change of feeling, which Inn ' cojr.'j over
the Irish peasant toward -'liing Edward
,since the recent loyal visit, a p;><•.•.rs in
".the English press. Two I.omloii journalists, on their way from Dublin to Cork,
accosted' a shaggy, farmer-looking native
r.t a Queen's County, station with tho
words: "Well, Pat','what ilu you think of
the King-of England r.o-.v?" "King of
E::glandv -is it?" replied the Irishman,
and. there stole'over hW 'face'su'i inimitable-'-expression--of-drollery, aa he went
on. in a stage whisper: "Swro, avie, ye'll.
want a viceroy over there, I'm 'th'iiikiu'.
Himself, an' herself are i!ot -irc-hi' bat-k to
yes at all!" An old daitia in Gahv.iy
who had spoken with the King wa?<ji',cs-
tiojied::as:;to .what; she thought bi his
"Majesty. She delivered herself of a long
and- enthusiastic eulogy, to the effect
that "Edward the First oMreknd" was
"a grand man entirely," closing with the
remark tha.t-.she:had "only wan thrilling
fault, to find; with hiin,"- a.»d that was
-that "they keep the poor man so lonj
in' the Phaynix Park beyaivt that tho-j
have him talkin'-■prith. a strong Dublin accent.''        A   \"
Byeaehe and
Headache. -.'
causes ;
temporarily. Properly adjusted glasses remove
the cause and effect a
permanent cure.
Satisfaction guaranteed.
Patenaude Bros.
Baker  Street,  Nelson.
: Site (romantic)—"Whert you-first:saw
Niagara. Falls,' didn't you feci a3 though
-you would like to jump in? He—No. I
•^•jq't^jLl^.jajbtoIJxai tfhr»o.: '".   .i.i
rhe Macgres-ors of the Sahara.
Tlwiik heaven, there is still some mystery left in the world.    A book with a
title like that of "The Masked Tawar-
eka"^   m-a-lces    us     grateful     that     we
lire now and not some hundred years
ftence, when all the tracts of the world
will be accurately mapped and epitomized in gazetteers, when no surprise will
meet the traveler anywhere, when savage peoples will have died out or have
Become civilized into shirts and Sunday
ha.ts, and-wild beasts will survive only
as stuffed specimens in museums.
'-. The masked Tawareks!    Critical, lion-
isty compels us tosay that the author
Is: & mighty long while in  getting  at
them; "but the journey and the search
ire  thoroughly  enjoyable. *. Tlie Ta war-
ska are the people we hear of so often
iii  connection with French extension in
.North. Africa.;'. The Sahara is-their country—tlie Sahara'of sand, loneliness and
desolation; the Sahara of the oasis, the
palih    plantation   .■ and . the     solitary
ino'stiuc. 'As to tbe.origin of the Tawar-'
eks and tlieir language -let the learned
decide.    Our author describes them as &
Berber race; but, whatever their history
or descent, certain it is that to-day tltsy
aro'noinnds 'of  the -.Sahara   who   levy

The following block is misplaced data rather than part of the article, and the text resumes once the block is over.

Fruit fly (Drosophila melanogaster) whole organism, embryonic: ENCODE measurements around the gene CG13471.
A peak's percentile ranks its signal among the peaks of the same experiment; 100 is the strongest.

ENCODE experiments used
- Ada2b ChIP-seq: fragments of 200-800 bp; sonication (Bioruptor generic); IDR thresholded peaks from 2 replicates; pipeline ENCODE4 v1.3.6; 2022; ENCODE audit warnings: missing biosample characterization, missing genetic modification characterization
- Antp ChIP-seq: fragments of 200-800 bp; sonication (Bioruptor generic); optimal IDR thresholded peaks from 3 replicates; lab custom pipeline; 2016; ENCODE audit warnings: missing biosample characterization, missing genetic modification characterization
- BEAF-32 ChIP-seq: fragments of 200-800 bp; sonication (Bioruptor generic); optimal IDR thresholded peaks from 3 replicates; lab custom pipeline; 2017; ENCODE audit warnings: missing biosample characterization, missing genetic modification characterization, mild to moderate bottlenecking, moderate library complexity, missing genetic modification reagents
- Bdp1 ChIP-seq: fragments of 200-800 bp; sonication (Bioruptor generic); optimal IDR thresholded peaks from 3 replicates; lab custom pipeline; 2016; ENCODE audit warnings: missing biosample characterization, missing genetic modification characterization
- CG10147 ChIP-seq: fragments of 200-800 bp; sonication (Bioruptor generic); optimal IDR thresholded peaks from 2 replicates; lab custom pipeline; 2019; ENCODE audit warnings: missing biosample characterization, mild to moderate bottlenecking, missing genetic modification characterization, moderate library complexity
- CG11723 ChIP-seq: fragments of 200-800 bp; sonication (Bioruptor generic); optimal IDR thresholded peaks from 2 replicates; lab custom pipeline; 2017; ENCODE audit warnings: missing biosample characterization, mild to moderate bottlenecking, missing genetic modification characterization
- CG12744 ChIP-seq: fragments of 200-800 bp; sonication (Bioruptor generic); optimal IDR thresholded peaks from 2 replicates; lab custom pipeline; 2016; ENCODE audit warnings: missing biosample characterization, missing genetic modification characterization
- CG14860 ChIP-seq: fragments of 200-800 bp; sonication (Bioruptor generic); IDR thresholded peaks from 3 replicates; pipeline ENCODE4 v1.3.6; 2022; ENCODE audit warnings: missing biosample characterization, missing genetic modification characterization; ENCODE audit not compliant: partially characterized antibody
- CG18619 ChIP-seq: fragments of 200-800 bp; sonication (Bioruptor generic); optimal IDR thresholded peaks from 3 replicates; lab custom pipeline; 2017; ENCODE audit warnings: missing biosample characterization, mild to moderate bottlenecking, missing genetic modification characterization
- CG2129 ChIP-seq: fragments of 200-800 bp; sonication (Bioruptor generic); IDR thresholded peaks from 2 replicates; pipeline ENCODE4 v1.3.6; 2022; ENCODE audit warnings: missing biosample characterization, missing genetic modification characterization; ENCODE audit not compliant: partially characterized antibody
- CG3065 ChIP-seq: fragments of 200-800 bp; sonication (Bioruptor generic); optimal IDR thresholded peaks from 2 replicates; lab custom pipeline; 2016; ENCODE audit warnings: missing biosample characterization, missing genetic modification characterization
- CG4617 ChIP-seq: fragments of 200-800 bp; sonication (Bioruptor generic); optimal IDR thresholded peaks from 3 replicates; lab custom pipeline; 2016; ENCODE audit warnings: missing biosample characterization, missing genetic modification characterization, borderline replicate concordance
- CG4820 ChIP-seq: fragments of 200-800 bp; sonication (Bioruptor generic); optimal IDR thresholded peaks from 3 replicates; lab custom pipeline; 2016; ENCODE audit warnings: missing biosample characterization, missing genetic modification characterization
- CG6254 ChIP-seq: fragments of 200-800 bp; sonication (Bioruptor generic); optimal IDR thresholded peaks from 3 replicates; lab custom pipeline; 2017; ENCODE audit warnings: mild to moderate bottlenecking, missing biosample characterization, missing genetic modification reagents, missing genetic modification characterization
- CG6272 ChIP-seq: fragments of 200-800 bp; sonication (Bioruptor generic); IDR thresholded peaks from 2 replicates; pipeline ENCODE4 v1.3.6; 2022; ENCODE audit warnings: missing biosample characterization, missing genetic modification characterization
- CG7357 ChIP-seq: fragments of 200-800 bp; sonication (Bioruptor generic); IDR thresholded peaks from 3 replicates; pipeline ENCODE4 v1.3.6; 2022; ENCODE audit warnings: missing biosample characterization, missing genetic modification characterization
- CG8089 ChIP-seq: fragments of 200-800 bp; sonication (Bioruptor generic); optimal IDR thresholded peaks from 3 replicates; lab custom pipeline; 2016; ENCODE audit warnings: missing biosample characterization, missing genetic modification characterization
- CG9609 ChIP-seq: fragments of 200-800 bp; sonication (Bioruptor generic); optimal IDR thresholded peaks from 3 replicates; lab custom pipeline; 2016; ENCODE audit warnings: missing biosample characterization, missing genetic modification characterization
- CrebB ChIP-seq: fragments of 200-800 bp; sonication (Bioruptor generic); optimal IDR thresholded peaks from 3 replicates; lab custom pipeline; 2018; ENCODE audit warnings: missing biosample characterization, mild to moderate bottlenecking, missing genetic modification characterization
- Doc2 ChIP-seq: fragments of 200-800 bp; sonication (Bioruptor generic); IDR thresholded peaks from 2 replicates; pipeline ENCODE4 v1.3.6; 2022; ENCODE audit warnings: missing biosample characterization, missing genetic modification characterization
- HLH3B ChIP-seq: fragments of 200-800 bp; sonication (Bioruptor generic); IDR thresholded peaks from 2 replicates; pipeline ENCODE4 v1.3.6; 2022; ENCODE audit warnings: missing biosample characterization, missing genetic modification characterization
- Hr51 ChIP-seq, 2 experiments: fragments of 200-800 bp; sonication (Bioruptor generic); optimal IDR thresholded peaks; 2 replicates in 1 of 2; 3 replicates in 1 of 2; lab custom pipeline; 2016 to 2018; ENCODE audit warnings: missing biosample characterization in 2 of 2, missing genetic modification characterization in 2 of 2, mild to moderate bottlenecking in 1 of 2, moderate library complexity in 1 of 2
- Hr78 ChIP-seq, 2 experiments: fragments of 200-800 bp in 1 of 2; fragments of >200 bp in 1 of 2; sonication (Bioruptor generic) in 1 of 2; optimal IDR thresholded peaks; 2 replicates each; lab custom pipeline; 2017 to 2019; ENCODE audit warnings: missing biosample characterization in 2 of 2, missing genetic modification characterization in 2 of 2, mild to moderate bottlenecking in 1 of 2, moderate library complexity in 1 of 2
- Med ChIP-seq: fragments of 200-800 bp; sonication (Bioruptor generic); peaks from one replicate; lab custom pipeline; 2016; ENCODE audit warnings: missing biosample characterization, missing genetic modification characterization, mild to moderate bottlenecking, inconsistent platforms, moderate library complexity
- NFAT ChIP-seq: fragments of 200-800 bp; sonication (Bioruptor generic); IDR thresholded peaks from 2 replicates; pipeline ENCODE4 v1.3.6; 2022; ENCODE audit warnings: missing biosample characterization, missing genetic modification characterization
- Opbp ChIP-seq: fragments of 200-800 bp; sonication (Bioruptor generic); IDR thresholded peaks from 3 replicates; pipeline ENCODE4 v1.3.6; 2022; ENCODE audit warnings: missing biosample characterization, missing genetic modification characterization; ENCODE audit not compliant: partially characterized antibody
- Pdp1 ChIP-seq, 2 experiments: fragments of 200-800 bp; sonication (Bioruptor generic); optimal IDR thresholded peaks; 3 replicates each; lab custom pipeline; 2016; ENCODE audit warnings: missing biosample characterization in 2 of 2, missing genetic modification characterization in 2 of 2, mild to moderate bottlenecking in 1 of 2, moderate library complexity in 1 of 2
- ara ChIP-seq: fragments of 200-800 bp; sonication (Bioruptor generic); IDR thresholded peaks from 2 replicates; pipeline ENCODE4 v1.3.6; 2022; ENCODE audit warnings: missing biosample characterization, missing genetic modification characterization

blaclanaiL on all ^'hb  use the caravan
routes  through  the desert, and, failing
concession :of their demands, make free
to pay.;themselves in the "good old way,
lhe  simple   plan.".-   They ' live   in   small
wandering- coinmunitie's far from the settled haunts of other peoples, to whom
they nreoknown  chiefly as raiders who
eonie, like, .a   whirlwind   upon   the   eri-
.cariipnneat in the dark before, the dawn,
.and'.inatefJ'iio.:.scruple   to   take  human
"life^.if.jfcUey .are/resisted.    To  visit-the
Tawareks, note -tlieir ways and customs,
and  if possible' photograph   their  countenances,. ;was. the; object of-our authnr.
This la si promised to .be; difficult,-..forit^
is ;a "point of-'almost Teligious etiquette
aihong   the Tawareks  to  keep the face
covered up to the level of .the eyes with
a   folded   cloth.     How Mr. King found
his Tawareks at last, and succeeded  in
taking   photographs   of; three   of >their
^wonien', whom-he-persuaded, to unveil in
the absence of.the..men, makes most Interesting-"reading.   -Tlie  countenance  of
the:' youiig-; male  Tawarek  whom, with
much greater difficulty than in the ease
of the Women, he induced to uncover his
.face, is1 extremely fine-as; reproduced by
photography.   The youth might be poet
as well'as warrior._ How far. it is typieil
tie author doe3 not say, and ..probably,
'cannot, as he had few opportunities cf
.seeing uncovered faces.   But-he tells ns
enough  of . other ncharacteristics  of   the
:TawnTeks,   the   pride,   the   dignity,   the
small  -well-formed ■ hands,  the    stature,
the fearlessness, to-wake in us that ancient belief-in the open air as the-truo
sphere^-ofoman^s porfection' and__ennoble-
"lri'eiitr^-   ~"   "~~~     7.   "~~"~~~~~~ ~r~ o°™
•,-:'So also when w« turn from the men
to thcdesei-t scenes so well described iii
"the book,'how .the desires of youth are
-stirrci once more.   Again we leant the
true   MgnificanHce   oi    that   aadiy  mls-
lised word "oasis" as we follow the little conij>any.of men and camels, through
"jome long day's journey over the limitless sand, so hot that it can scarcely be
held in   the hand, so, unpermanmt that
the  piled-itp   mounds   and   dunes .shift
f to iu  year  to   year,  so   loose  that   in
places   one  sink's  in  it - ankle-deep,    In
due tiine, but never before desiTed, apr.
pear in the distance tho specks, of tufted
mihns,   The camel quickens its pace un--
iii   it   reaches   the   hollow   where   lie*
.stretched a green place of shrubs, trees,.
berrie3   and   flower«,   a   place-  of   mud
houses,   mutl mosques  and—-water.    On